Questions abound for Type II diabetics and others who would like to control their blood glucose levels. Can they be completely controlled via dietary choices? How can the risk of heart-attack or stroke be reduced? Can medication be avoided? Will hypoglycemia occur if a meal is missed after taking medication? Those who decide, after discussions with their medical provider, to control levels using dietary means, can follow this road map.
Step 1: Define the goals
In addition to managing weight, a glucose-controlling diet has two important goals: to get fasting blood sugar within a normal range, and to keep after-meal levels from spiking into ranges enabling nerve damage. The NIH/ADA recommendations put the normal fasting range at 70-130mg/dL, but this 2003 study suggests that, in individuals with impaired glucose tolerance, damage to beta cells in the pancreas begins at levels as low as 100mg/dL. Likewise with after-meal levels: while the NIH/ADA values suggest keeping levels below 180mg/dL, this study links neuropathy pain with glucose levels above 140mg/dL. Whatever target goal is chosen, smart consumption of carbohydrates will be key to achieving it, so the next step is to determine the amount and types of carbohydrates to ingest.
Step 2: Know the carbohydrate limits
Carbohydrates are the food components which most directly affect blood sugar levels, and will be the linchpin that limits dietary choices. Recent research suggests that foods whose insoluble fiber consists of resistant starch increases insulin-sensitivity even several meals later (especially in males). Also, fruits and vegetables with fiber and fat components tend to be digested more slowly, helping to keep blood sugar levels from spiking to unhealthier levels.
Working with a dietitian is the best way to get a starting point for the number of grams per meal that can be eaten without raising blood sugar past the target limit. (Typical amounts for a 200-lb male with impaired glucose tolerance consuming three meals and two snacks per day are 45 grams per meal, 15 grams per snack). Smaller, more frequent meals can be eaten if larger-sized portions cause levels to spike. Testing with a blood glucose meter 2 hours after a meal will be required to fine-tune this amount.
The most healthful sources include beans, especially black beans, kidney beans, and navy beans (high in resistant starch). Greens such as broccoli, romaine lettuce, cabbage and kale are also highly-nutritious, high-fiber carbohydrate choices. Avoid non-wholegrain breads and pastas that use refined flours- their lower fiber and protein content make them poor carbohydrate choices.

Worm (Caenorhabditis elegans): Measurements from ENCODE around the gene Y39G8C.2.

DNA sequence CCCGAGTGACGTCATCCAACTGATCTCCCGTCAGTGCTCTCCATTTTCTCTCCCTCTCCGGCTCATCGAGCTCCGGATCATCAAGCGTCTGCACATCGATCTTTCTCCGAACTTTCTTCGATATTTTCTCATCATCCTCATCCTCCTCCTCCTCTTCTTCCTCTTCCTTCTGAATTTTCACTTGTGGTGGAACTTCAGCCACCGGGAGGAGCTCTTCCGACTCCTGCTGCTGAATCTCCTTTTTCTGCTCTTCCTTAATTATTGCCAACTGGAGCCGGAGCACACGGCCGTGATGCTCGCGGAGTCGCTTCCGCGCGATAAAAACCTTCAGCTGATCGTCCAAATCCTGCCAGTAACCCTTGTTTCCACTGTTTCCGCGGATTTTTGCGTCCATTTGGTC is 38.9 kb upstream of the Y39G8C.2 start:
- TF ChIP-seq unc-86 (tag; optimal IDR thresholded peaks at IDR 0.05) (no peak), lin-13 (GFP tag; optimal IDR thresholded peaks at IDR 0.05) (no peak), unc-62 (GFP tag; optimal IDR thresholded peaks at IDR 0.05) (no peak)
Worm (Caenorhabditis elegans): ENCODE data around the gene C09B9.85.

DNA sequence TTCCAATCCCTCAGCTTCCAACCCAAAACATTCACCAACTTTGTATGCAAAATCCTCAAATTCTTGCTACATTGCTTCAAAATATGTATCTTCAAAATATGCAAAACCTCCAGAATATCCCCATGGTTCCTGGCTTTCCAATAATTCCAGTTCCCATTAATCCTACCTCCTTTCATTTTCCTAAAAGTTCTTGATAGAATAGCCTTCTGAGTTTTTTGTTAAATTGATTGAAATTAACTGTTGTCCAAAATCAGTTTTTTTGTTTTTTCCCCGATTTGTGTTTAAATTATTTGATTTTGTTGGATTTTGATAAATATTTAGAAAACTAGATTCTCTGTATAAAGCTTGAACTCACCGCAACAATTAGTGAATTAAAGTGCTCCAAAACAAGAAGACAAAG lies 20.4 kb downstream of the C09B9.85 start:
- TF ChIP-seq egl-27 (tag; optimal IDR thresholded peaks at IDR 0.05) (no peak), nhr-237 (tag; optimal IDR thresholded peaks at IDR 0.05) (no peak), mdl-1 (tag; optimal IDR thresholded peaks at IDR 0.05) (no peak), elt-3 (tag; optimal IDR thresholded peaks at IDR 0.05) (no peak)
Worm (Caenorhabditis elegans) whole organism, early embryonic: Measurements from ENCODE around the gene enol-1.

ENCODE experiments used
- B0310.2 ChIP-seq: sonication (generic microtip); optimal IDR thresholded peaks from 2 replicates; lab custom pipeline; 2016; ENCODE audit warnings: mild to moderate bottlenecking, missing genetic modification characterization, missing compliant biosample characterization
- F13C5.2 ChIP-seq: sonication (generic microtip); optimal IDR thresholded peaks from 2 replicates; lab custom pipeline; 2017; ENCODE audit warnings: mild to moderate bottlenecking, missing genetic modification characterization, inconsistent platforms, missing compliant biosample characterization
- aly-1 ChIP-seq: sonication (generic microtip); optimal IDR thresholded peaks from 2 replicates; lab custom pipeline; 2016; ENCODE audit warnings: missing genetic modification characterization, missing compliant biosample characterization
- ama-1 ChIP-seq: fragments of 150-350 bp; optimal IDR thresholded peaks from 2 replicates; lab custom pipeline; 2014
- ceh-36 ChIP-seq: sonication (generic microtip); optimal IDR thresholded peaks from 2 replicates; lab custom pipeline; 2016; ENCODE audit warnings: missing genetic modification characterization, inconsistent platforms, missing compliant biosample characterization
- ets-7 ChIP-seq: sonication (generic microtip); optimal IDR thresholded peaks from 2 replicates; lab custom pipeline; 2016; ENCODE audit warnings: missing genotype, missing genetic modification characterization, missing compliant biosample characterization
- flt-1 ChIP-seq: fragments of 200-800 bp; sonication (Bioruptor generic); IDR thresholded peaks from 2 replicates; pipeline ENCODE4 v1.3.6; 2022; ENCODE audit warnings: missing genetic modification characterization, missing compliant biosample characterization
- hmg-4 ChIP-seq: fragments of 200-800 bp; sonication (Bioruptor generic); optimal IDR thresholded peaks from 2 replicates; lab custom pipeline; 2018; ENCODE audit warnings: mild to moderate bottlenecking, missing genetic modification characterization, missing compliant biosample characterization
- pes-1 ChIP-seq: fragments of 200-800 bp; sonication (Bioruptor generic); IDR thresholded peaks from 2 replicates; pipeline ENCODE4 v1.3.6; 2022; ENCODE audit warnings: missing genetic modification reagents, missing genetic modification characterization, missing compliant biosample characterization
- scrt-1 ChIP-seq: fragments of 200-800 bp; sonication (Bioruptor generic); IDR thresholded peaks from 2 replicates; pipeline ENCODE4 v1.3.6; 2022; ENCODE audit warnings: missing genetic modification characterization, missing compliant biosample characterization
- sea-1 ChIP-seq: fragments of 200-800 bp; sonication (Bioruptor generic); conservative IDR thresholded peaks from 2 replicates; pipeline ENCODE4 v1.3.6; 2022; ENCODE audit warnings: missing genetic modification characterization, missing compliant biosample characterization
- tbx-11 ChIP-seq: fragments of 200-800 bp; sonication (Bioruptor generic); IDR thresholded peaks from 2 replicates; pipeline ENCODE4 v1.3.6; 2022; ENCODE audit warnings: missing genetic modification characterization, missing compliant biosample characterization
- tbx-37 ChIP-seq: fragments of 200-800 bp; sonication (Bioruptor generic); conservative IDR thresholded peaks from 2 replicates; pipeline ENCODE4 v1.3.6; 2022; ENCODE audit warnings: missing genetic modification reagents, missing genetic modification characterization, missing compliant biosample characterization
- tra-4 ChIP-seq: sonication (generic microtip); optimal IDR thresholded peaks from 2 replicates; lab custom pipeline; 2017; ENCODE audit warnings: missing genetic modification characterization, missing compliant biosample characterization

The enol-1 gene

A wealth of nutritional breakdown information on a wide variety of foods can be found at the World’s Healthiest Foods site.
Step 3: Get enough protein and exercise
Sufficient amounts of protein should also be consumed at each meal, both for nutritional balance and muscle repair. Some is needed to offer a balanced diet that will stave off hunger pangs, and how much more is largely affected by type and intensity of exercise. In addition to reducing circulating blood glucose, this study on insulin-resistant women found that adding resistance training led to higher insulin response by muscle fibers than aerobic exercise alone, making protein important for muscle building and repair. (Numerous other studies have shown exercise improves insulin response in non-insulin-resistant males and other animals.)
Protein levels at 66-75% the number of grams of carbohydrates (using the previous example, 30-35 grams per meal, 10 grams per snack) offer a balanced starting point, enabling lean muscle and dietary balances to be maintained. This is typically 4-5oz serving of meat, or 4-5 egg whites, or 1 1/2 cups of unsweetened yogurt.
Step 4: Include fat and fiber
Since the fat component won’t directly affect after-meal blood sugar levels, the limitation here is avoiding trans fats and ensuring the extra calories won’t cause weight gain. Good sources include fats found in whole foods (nuts, avocados, olives, etc.), canola oil, and ocean-sourced fatty fish such as salmon.
It may also be beneficial to supplement with fish oil as well, since this study of non-insulin-dependent diabetic patients showed significantly reduced fasting and circulating blood sugar levels after six months of taking fish oil daily. The tested supplementation levels were 2.7 grams per day for two months followed by 1.7 grams per day for four months.
Consuming high-fiber vegetables at each meal, especially low-glycemic ones such as celery, black-eyed peas, or kale, will slow the digestion of carbohydrates and help stabilize blood glucose levels.
Step 5: Put it all together
There are a wide variety of delicious meals that conform to these guidelines: chili with beans & onions, tacos with guacamole, pork chops with navy beans & apples, and salmon with black-bean salsa. They can be made at home to avoid the preservatives and additives that frozen-food manufacturers often add. Leftovers can be stored in smaller portions to make snacking within these guidelines quick and easy.